West Virginia Easement Deed
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Easement Deed for Real Estate Located in West Virginia
An easement deed can be created to allow one person the right to use another's land for a specific purpose. An easement is a non-possessory interest in land. Unless an exception is made, every deed conveying real property in West Virginia will be construed to include all buildings, privileges, and appurtenances of every kind belonging to the lands conveyed (36-3-10). Any real estate deed or instrument in this state that initially grants or reserves an easement or right-of-way should describe the easement or right-of-way by metes and bounds, or by specification of the centerline of the easement, or by reference to an attached drawing or plat which may not require a survey (36-3-5a).
In order to be admitted to record in West Virginia, an easement deed must be signed by the grantor and acknowledged or proved by two witnesses (39-1-2). An easement deed must have a certificate of acknowledgment attached to the deed or written on it that has been made before the president of a county court, a justice of the peace, notary public, recorder, or clerk of any court within the United States (39-1-3). Easement deeds can be acknowledged in West Virginia or in another state. If an easement deed is acknowledged before a notary in a state other than West Virginia, the notary should certify the acknowledgment under his official seal (39-1-10).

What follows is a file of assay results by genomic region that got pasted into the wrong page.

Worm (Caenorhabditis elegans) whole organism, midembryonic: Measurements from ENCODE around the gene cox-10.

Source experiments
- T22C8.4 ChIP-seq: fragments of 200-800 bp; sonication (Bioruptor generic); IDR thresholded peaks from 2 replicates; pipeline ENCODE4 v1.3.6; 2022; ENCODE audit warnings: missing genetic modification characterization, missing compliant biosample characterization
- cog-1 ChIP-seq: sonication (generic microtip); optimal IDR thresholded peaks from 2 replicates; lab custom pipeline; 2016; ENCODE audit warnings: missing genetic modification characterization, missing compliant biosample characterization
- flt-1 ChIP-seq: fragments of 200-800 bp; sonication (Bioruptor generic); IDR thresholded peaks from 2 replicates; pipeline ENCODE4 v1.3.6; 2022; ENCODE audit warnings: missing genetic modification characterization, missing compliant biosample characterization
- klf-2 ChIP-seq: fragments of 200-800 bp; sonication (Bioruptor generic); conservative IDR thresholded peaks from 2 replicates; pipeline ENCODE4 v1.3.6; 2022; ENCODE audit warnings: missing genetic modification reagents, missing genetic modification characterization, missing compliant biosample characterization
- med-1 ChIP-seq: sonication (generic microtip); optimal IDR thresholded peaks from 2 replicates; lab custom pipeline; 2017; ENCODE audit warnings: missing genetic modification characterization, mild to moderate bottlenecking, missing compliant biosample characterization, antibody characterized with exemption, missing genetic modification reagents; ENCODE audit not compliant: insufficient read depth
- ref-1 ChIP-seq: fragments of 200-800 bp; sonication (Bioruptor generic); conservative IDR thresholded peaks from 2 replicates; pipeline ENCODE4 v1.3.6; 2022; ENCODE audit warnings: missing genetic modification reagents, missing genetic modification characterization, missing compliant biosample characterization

Until an easement deed is recorded in the county where the property subject to the easement is located, the easement deed will be void as to creditors and subsequent purchasers for valuable consideration without notice (40-1-9). Any such deed that is duly admitted to record in one county where the real estate is located will be void as to creditors and purchasers in respect to other real estate in other counties until the deed is duly admitted to record in the county where other real estate may be situated (40-1-10).